• Red Notebook 6: In a paragraph or more, write a dramatic monologue in the voice of one of the characters from The Maltese Falcon at a horse race. In a sentence or two, identify the features of the character you were trying to capture. Did you capture them?

10/12 A More Recent Hardboiled Detective

  • Read: Robert B. Parker's Pale Kings and Princes (1987)

  • Discussion: How has the hard-boiled changed by the time it reaches Parker? What do you notice about Spenser's masculinity? How are gender relations portrayed? How would you describe the primary detective ethic at work here?

10/12 7PM Lecture: Melissa Anyiwo “Too Dark for the Moonlight: The Invisibility of the Black Vampire” (4 points will be added to your discussion grade for attending)
10/14 The Literary Hard-Boiled

  • Discussion: Parker tries to tap into literary tropes more than do many other hard-boiled writers by, for example, having Spenser be a big fan of Romantic poetry. Where does Spenser's name come from? What is the impact of his interest in the literary? How would you describe Spenser and why? How suited would this type of book be to TV?

  • Red Notebook 7: Choose a poem (or use William Blake’s “The Sick Rose” if you don’t have a specific poem in mind) and write a paragraph or more describing or narrating a detective story or situation that would intersect with the poem. In a sentence or two, explain your process in approaching this assignment.

  • Due in class: The Red Notebook

10/19 Meeting the Postmodern Detective

  • Read: Paul Auster’s City of Glass (1986)

  • Discussion: In what way(s) does this novel differ from others that we’ve read? Is what way(s) might this novel be considered postmodern? How does the novel deal with questions of identity? What is the real mystery of this novel?

10/21 Starting to Think about Intertextuality

  • Read: “Cold War, Cops, and Counterculture” (Rzepka pp. 218-242)

  • Discussion: How does thinking about intertextuality change the way you read City of Glass? What do you make of the fact that Daniel Quinn’s pseudonym is William Wilson? Why are there so many Peter Stillmans in the novel? Have you ever read another novel where one or more of the characters are named after the author? What’s the impact of Paul Auster showing up in his novel?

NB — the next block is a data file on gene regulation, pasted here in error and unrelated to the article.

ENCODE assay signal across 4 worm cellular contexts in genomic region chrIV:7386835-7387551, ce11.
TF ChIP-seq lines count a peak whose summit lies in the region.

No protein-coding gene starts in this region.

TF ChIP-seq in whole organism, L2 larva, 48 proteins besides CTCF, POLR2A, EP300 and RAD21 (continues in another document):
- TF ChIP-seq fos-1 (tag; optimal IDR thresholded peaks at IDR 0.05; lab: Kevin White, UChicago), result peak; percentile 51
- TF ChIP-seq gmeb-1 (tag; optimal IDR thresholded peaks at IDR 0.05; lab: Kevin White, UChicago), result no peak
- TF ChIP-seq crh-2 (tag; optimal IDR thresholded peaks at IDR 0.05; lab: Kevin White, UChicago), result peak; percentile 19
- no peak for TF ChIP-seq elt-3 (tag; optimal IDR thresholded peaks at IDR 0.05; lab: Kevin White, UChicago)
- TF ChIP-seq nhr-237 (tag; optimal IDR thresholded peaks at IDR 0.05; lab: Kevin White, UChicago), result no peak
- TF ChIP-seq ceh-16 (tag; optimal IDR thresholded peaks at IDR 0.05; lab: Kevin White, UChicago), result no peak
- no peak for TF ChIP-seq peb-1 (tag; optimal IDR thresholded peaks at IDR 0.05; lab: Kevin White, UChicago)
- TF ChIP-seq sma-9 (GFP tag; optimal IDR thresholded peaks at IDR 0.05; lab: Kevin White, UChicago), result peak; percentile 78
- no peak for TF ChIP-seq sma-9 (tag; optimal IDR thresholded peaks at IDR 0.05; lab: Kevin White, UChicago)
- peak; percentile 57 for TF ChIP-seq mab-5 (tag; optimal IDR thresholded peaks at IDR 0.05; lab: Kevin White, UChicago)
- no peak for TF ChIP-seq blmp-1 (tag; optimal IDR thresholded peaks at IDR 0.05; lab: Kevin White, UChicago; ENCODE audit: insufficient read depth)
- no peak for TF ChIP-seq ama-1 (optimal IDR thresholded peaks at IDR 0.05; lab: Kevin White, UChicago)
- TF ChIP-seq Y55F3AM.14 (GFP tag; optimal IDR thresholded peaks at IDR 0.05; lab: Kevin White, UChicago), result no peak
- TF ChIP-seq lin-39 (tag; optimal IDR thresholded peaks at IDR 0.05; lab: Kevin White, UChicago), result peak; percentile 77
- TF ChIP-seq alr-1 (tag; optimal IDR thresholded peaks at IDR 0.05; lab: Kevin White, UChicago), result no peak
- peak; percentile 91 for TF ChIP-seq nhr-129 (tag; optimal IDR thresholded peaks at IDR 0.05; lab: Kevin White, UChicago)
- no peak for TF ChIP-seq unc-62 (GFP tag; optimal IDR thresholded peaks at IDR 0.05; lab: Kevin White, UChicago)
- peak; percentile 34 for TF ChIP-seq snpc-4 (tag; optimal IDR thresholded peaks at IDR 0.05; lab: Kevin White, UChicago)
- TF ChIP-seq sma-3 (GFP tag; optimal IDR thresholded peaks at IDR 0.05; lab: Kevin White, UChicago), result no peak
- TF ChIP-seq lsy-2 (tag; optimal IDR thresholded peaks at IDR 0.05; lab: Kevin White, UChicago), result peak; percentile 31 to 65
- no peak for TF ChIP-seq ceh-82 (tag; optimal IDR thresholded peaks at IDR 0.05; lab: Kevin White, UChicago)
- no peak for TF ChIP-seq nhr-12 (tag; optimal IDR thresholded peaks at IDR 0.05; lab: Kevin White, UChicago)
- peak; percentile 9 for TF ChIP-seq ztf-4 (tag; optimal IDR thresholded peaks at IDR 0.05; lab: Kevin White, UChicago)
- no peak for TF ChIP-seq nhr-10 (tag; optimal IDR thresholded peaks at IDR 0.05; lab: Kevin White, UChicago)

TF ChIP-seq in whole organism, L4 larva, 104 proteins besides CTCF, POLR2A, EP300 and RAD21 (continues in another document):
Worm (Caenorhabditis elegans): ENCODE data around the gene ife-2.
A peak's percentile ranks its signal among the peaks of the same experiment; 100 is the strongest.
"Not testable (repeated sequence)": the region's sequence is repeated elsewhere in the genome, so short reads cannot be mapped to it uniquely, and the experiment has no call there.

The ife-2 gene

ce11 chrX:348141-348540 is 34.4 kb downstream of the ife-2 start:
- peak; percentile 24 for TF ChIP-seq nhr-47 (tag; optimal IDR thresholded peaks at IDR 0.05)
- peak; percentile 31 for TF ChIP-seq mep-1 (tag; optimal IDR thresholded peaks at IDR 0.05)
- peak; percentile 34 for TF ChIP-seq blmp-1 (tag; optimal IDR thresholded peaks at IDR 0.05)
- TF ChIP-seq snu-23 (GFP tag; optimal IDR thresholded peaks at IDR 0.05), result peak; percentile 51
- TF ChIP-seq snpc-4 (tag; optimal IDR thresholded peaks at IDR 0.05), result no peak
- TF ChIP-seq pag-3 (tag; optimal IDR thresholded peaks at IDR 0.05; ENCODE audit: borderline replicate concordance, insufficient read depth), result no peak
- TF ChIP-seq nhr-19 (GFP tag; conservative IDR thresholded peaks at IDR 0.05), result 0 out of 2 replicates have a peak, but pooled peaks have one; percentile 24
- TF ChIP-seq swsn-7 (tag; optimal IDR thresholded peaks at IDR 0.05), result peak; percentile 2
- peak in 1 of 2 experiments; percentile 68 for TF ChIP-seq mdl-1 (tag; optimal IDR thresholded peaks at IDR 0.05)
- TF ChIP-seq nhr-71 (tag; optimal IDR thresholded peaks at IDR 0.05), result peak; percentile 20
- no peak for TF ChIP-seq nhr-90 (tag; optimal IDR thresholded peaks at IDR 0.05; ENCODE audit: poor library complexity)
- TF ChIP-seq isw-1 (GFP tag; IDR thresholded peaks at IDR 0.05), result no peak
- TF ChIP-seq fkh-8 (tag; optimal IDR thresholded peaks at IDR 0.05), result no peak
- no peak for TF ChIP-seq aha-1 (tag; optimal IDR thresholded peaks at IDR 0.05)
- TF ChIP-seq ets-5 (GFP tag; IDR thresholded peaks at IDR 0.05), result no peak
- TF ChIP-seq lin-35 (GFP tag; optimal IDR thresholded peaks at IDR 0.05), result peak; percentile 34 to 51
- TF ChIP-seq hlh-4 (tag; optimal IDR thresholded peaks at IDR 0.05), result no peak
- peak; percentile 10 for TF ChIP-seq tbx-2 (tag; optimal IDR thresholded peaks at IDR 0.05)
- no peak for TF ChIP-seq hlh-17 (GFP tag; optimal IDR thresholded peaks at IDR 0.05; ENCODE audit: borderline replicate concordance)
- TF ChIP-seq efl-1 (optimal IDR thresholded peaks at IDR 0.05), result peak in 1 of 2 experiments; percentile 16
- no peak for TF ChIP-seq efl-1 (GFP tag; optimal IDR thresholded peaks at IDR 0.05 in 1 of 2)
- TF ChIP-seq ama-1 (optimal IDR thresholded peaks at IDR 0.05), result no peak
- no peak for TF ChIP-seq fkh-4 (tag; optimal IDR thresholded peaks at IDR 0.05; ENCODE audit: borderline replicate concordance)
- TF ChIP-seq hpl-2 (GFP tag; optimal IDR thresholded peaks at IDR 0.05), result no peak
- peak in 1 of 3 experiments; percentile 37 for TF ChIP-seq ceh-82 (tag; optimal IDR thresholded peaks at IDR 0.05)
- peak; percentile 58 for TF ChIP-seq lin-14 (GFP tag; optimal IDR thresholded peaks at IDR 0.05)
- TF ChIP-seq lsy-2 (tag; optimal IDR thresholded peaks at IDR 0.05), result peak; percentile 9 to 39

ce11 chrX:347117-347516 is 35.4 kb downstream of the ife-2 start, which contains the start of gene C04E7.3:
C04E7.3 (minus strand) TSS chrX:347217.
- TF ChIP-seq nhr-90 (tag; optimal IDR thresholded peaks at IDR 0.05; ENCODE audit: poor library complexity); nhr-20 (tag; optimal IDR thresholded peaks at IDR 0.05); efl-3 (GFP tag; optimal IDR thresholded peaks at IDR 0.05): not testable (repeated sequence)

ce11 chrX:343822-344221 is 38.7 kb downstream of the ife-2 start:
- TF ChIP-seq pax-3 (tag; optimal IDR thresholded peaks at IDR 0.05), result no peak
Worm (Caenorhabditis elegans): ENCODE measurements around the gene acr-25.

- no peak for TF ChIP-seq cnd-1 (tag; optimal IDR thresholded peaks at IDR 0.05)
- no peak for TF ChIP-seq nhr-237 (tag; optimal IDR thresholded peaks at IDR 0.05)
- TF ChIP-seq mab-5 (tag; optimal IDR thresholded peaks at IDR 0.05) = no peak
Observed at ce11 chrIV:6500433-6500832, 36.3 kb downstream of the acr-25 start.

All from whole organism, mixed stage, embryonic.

• Red Notebook 8: Write a paragraph or more of what you think might be in Peter Stillman’s red notebook. In a sentence or two, cite or paraphrase the passage in the novel that prompted your approach.

10/26 Getting Black and Blue

  • Read: Paul Auster’s Ghosts (1987)

  • Discussion: What do you make of the character names? What (if anything) does this story have to do with City of Glass, the first novel of this trilogy? Does this remind you of any other genre of detective fiction we’ve read so far? If so, in what ways?

10/28 The Ghosts of American Literature?

  • Discussion: Which American writers and texts are referenced in Ghosts? It has been suggested that the ghosts of the title are the ghosts of American literature past. Do you buy that? How else might you account for the title of this novel?

  • Red Notebook 9: Write a paragraph or more of what you think might be in the pages Blue takes from Black’s room, the story that he already knows by heart. In a sentence or two, explain why you chose to write what you did.

11/2 A Different Kind of Locked Room

  • Read: Paul Auster’s The Locked Room (1987)

  • Discussion: What do you make of the title of this novel? Does the unnamed narrator remind you of anyone we’ve read before? If so, why? Were you surprised when the unnamed narrator claimed to be the author of the first two novels in the trilogy? What’s the impact of that claim?

11/4 Identity and Erasure

  • Read: Paul Auster’s “The Red Notebook” (pdf on our HuskyCT site)

  • Read: “Epilogue: The End of History?” (Rzepka pp. 243-246)

  • Discussion: Did you spot any inconsistencies in The New York Trilogy? What about inconsistencies between Auster’s account of creating Daniel Quinn in “The Red Notebook” and what actually happens in City of Glass? Why do you think Auster is so obsessed with red notebooks? Has keeping a red notebook for the semester taught you anything about writing, reading and/or detective fiction?

  • Red Notebook 10: Write a paragraph or more that might have appeared in Fanshawe’s red notebook (keeping in mind the description: “All the words were familiar to me, and yet they seemed to have been put together strangely, as though their final purpose was to cancel each other out. I can think of no other way to express it. Each sentence erased the sentence before it, each paragraph made the next paragraph impossible”). In a sentence or two, reflect on whether or not this writing task was possible.